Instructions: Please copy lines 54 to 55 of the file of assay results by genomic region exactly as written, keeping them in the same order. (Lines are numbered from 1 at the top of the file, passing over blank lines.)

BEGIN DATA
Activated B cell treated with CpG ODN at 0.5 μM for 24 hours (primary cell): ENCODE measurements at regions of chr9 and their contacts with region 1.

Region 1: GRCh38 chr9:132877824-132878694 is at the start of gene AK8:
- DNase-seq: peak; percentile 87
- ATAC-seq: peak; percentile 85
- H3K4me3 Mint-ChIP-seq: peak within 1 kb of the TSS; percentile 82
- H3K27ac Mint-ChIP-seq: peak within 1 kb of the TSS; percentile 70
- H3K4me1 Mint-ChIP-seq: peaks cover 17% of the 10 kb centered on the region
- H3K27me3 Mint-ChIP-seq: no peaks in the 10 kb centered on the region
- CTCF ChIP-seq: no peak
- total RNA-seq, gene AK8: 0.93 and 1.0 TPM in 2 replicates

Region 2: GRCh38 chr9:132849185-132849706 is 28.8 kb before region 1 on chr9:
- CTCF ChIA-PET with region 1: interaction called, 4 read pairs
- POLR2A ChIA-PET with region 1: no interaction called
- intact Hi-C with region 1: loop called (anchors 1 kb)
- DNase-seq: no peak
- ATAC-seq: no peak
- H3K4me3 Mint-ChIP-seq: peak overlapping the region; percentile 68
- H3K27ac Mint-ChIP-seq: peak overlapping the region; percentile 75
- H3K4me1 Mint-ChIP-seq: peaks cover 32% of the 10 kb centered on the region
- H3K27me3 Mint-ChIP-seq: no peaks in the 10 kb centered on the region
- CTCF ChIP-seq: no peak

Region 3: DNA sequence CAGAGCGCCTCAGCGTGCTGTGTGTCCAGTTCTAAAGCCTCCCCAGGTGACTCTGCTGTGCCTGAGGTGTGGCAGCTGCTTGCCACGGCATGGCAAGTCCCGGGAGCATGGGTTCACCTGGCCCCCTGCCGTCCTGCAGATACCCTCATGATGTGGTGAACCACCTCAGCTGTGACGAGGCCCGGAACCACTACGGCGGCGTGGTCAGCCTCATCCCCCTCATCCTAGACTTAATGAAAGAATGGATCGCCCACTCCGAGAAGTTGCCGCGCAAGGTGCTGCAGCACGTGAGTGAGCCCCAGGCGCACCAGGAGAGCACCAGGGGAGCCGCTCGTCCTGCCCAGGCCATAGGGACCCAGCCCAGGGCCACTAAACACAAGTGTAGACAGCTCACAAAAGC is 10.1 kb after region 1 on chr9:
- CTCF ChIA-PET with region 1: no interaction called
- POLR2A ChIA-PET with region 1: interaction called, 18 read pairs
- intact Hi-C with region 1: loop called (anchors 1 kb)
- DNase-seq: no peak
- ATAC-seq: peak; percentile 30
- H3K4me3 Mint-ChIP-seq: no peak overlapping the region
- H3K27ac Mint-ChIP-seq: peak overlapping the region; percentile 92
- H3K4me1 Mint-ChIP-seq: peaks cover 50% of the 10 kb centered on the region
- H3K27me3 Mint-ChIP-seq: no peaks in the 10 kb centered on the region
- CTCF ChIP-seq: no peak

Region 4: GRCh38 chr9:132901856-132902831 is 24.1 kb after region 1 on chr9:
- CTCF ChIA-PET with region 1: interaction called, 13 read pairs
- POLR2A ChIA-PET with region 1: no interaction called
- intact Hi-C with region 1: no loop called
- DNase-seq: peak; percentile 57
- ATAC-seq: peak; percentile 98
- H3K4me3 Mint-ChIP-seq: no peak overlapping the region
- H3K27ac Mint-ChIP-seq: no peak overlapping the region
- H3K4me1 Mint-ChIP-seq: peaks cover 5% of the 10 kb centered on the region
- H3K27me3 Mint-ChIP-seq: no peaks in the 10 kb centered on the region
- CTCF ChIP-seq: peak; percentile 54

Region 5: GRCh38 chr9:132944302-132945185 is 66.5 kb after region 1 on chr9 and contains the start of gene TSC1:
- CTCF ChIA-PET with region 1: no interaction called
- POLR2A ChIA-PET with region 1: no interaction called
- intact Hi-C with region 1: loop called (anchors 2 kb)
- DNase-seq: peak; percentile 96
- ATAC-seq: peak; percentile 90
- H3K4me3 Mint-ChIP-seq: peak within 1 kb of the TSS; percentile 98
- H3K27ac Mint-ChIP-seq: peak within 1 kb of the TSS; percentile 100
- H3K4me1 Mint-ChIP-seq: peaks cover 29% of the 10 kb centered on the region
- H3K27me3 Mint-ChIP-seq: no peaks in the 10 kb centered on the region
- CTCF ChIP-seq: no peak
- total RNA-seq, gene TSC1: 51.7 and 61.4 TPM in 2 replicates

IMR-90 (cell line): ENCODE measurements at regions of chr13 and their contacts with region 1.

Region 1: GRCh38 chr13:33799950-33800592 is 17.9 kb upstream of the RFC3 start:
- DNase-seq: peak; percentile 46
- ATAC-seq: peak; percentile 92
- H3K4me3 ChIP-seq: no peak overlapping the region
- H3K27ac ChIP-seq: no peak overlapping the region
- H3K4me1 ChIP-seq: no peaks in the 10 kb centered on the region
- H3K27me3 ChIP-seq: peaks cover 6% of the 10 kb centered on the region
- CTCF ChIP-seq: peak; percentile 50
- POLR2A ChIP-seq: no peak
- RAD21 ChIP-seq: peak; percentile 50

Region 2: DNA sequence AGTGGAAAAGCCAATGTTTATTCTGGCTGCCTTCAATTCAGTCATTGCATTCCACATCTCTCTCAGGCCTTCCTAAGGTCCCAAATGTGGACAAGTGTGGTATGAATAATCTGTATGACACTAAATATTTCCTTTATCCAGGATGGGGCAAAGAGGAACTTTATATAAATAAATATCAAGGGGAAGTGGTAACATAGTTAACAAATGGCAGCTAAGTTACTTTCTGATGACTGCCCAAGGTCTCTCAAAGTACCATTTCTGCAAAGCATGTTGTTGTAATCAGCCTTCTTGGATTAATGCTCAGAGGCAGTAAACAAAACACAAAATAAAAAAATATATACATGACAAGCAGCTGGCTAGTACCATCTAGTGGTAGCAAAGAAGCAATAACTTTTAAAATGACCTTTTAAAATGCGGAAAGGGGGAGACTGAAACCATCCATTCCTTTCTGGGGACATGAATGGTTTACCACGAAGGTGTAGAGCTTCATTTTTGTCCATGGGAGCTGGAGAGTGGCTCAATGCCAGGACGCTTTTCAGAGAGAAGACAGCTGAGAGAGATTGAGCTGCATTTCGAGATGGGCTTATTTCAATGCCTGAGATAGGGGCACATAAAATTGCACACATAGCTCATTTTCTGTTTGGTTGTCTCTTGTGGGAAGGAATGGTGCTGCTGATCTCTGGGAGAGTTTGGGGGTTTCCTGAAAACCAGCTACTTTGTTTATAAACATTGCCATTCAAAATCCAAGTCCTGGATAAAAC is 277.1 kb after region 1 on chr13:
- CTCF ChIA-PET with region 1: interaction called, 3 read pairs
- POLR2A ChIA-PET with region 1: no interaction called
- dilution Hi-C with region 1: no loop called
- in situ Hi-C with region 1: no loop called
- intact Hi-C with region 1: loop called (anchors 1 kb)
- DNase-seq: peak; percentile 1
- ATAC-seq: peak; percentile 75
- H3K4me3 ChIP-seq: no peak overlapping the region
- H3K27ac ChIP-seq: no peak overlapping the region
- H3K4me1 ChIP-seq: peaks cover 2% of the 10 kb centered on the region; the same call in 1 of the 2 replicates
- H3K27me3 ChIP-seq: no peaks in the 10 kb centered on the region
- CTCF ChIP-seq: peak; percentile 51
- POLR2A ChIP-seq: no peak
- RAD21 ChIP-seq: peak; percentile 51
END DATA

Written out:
- CTCF ChIP-seq: no peak
- total RNA-seq, gene TSC1: 51.7 and 61.4 TPM in 2 replicates